How to Prevent RV Tires Dry Rot Like an Expert? – Read Our 7 Tips

Cracking in tires is often called dry rot or sidewall cracking. A small crack can open up in the tire and cause it blowout. It can even cause a tire to rip open. This makes dry rot dangerous. That explains why people want to prevent it as much as possible and treat it when they can in order to prevent it from getting worse. 

You need to address dry rot as soon as you see it, and hopefully, before you’re left stranded on the side of the road. 

Why Do RV Tires Crack? 

It is typically caused by the aging of the tire. It can be caused by accelerated wear of the tire, such as when it is exposed to oxidation and sunlight that break down the material faster than it would if properly sheltered.

There are ways to prevent RV tires from cracking and minimize the odds of a catastrophic failure. 

How to Protect RV Tires from Cracking?

Below, we're going to share some experienced tips and tricks for "how to to prevent dry rot on RV or trailer tires". Here, we talked about tires prevention, preseravation, and protection. Hope- you'll enjoy our explaining style_

01. Don’t Set Yourself Up for Failure 

One way to protect yourself from dry rot is to replace old tires with new tires. If you buy used tires, even tires that have hardly been driven on will have experienced the gradual weakening of the material due to the passage of time. Every tire is at the end of its life by ten years of age. 

Never try these tires

Never buy tires that have obvious signs of aging like fine cracks in the tread and sidewall. And don’t think that a thick tread will protect you from failure. It is already there, so it can only get worse.

When you ask a technician?

If you aren’t sure about how bad the problem is, ask a repair shop technician to inspect the tire and tell you if the tires are safe enough to take you home.

Know that if you see cracking, the tire’s life is already shortened; a tire with minor, premature cracking will at best last five years. 

02. Inspect Your Tires Regularly 

Check your tires regularly, including when the tires are sitting on a parked trailer. If you see signs of cracking in one spot, move the tires or roll the trailer so that you can inspect the rest of the best RV tires.

When tires crack in one spot, that is an obvious weak point, but you may be able to drive with the tires to your next stop.

If the tire cracks are evenly distributed around the tire, it is a failure waiting to happen – replace the tires immediately. 

03. Protect Your Tires from Premature Aging 

One simple tactic is shielding your tires from the sun. Park your RV in the shade. Store tires on a shelf in a storage building instead of sitting in a stack on the driveway.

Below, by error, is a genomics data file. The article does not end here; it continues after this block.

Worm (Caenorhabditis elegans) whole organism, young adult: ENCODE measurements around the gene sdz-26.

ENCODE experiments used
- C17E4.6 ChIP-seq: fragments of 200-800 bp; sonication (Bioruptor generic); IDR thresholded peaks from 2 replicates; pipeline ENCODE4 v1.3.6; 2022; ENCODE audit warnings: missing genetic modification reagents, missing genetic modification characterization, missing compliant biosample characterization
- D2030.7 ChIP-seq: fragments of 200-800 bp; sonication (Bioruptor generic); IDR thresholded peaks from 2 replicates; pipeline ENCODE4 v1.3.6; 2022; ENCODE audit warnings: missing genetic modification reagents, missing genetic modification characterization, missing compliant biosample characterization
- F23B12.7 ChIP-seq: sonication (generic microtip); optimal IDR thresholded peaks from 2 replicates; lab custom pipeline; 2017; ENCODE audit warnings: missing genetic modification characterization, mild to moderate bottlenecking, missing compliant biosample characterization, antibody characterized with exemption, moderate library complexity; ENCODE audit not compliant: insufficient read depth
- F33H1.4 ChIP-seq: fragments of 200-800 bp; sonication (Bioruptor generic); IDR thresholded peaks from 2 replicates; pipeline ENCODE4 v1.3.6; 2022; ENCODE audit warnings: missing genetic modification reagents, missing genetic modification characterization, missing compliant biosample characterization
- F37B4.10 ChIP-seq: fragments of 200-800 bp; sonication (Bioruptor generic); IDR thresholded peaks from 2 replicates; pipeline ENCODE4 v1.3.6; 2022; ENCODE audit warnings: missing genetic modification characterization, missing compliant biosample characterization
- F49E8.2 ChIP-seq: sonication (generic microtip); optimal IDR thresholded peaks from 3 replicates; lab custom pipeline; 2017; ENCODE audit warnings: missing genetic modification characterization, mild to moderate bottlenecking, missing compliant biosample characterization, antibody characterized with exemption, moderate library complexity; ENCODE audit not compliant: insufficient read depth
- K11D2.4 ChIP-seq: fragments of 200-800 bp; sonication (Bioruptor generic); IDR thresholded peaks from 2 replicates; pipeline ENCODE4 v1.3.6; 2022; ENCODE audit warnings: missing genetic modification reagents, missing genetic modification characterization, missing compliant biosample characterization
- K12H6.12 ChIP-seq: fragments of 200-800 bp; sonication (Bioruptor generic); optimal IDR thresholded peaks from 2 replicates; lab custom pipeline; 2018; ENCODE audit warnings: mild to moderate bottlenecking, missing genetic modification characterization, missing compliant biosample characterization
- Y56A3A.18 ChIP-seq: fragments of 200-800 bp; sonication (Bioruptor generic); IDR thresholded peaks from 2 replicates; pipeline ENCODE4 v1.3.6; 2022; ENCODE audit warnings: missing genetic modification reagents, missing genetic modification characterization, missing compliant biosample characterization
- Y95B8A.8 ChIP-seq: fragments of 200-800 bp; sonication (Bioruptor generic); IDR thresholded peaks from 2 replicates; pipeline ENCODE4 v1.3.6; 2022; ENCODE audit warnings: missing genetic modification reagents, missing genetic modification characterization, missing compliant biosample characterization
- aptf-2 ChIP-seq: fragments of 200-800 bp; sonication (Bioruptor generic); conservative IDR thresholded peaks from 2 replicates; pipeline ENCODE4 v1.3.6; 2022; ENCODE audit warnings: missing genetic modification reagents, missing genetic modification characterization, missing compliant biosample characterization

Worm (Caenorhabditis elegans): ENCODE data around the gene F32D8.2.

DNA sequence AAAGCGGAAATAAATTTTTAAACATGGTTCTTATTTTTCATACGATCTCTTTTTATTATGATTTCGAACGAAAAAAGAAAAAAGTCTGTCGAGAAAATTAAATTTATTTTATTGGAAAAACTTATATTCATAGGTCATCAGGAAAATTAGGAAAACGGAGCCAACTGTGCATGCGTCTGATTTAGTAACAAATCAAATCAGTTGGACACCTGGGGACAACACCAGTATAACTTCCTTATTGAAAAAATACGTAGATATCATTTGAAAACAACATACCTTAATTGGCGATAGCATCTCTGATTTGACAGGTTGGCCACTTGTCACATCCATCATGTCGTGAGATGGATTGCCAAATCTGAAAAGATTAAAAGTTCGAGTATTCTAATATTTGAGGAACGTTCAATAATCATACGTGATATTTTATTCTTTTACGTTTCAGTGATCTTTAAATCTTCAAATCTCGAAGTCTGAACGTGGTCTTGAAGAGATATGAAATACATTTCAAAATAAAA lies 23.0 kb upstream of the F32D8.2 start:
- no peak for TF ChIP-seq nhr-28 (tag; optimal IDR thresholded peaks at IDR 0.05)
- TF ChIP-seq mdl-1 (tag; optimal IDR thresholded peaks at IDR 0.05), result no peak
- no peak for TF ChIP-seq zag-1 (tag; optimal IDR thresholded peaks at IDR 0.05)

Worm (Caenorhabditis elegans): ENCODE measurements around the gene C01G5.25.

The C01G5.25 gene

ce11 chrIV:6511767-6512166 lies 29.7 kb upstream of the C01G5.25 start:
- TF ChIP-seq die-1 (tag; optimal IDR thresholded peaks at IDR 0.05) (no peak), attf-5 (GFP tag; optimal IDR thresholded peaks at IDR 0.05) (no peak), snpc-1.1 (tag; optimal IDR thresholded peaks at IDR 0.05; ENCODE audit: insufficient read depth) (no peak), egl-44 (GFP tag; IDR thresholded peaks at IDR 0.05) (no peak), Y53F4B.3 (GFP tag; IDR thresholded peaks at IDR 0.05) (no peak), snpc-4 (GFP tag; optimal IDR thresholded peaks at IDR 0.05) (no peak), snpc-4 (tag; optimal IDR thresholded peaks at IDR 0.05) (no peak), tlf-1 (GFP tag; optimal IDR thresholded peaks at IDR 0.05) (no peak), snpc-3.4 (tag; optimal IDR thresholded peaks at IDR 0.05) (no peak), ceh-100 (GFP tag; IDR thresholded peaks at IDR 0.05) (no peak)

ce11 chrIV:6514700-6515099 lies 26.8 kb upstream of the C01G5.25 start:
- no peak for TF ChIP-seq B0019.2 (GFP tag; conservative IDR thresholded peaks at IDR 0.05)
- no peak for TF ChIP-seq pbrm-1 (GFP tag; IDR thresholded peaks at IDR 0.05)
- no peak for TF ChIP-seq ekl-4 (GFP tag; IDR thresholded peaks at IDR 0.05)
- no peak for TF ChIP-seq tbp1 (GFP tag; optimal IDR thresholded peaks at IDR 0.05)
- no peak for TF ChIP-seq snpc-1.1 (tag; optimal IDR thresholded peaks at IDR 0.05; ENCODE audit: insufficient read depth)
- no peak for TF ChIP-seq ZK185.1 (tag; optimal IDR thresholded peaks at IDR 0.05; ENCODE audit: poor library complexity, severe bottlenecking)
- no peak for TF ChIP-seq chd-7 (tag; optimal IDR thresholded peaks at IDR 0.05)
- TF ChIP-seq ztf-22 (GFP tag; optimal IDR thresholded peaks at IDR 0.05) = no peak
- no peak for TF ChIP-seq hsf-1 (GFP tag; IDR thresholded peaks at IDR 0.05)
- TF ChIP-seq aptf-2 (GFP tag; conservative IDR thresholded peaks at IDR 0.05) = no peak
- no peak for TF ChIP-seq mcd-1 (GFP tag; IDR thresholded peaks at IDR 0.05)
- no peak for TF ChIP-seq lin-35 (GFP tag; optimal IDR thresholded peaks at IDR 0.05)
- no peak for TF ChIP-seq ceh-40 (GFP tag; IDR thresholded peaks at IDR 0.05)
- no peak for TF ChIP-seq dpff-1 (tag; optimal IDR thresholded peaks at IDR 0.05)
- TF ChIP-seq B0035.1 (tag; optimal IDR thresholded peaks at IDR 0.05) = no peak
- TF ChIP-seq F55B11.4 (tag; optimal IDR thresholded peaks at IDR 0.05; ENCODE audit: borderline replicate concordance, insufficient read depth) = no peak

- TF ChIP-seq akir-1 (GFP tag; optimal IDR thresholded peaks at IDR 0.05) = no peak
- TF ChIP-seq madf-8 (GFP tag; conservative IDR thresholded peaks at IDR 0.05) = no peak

Consider storing RV tires in an outbuilding instead of stacking them in your garage where they could be exposed to the exhaust from your vehicle.

Another option is covering tires, especially spare tires, with tire covers

04. Chemically Shield Your Tires

One strategy is applying chemicals to the tire that act like sunscreen, protecting the rubber from ultraviolent light that ultimately breaks down the material.

To do this effectively, wash the tires, dry them, and then apply the protective substance. If you rub down the tires and see solvents or black residue, the tires are already breaking down and need to be replaced. 

05. Wash Your Tires Periodically 

You should wash your tires periodically after they’ve been exposed to solvents, salt and oils, since these substances will age your tires.

Note that UV blockers need to be applied every few months, since they’ll eventually wear off or be washed off the tire. A good approach is applying these substances to the tires every time you wash your car. 

At the same time, you should avoid using harsh cleaning chemicals on your car, since these chemicals will strip away the protective compounds and the outer layer of the rubber itself. 

06. Minimize the Stress Your Tires Are Under 

Your RV tires are stressed on daily bases simply because of the loads they support. You can reduce the stress your tires are under by not overloading your vehicle or trailer.

You should also avoid aggressive driving. Scraping the curb can damage the sidewall. Driving fast and breaking hard puts your tires under stress and wears them out faster than expected.

Conversely, driving the RV once in a while forces the tire material to work as expected – so taking the RV for a drive every month or so is good for both the engine and the tires. 

07. Maintain Ideal Tire Pressure 

You need to maintain the correct tire pressure in your RV tires to minimize the formation of cracks. Under-inflated tires are under a lot of stress.

The sidewalls could be damaged if you drive too long on underinflated tires, and the wear and tear will increase the odds of failure.

Over-inflated tires are under pressure from the inside. 


Tires will degrade because of the passage of time, pressure, environmental factors and general usage. You can take steps to slow down the aging and degrading of the tires, reducing the odds of the tire failing at a bad time. 

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John S.

Hello guys! I'm a 37-years-old author, traveler, writer, blogger, and a camper. I enjoy life as much as I can and love to visit beautiful places in my RV. That's why while traveling I have decided to dedicate some time to share my experiences with everyone that might be interested in traveling, camping, and RVs.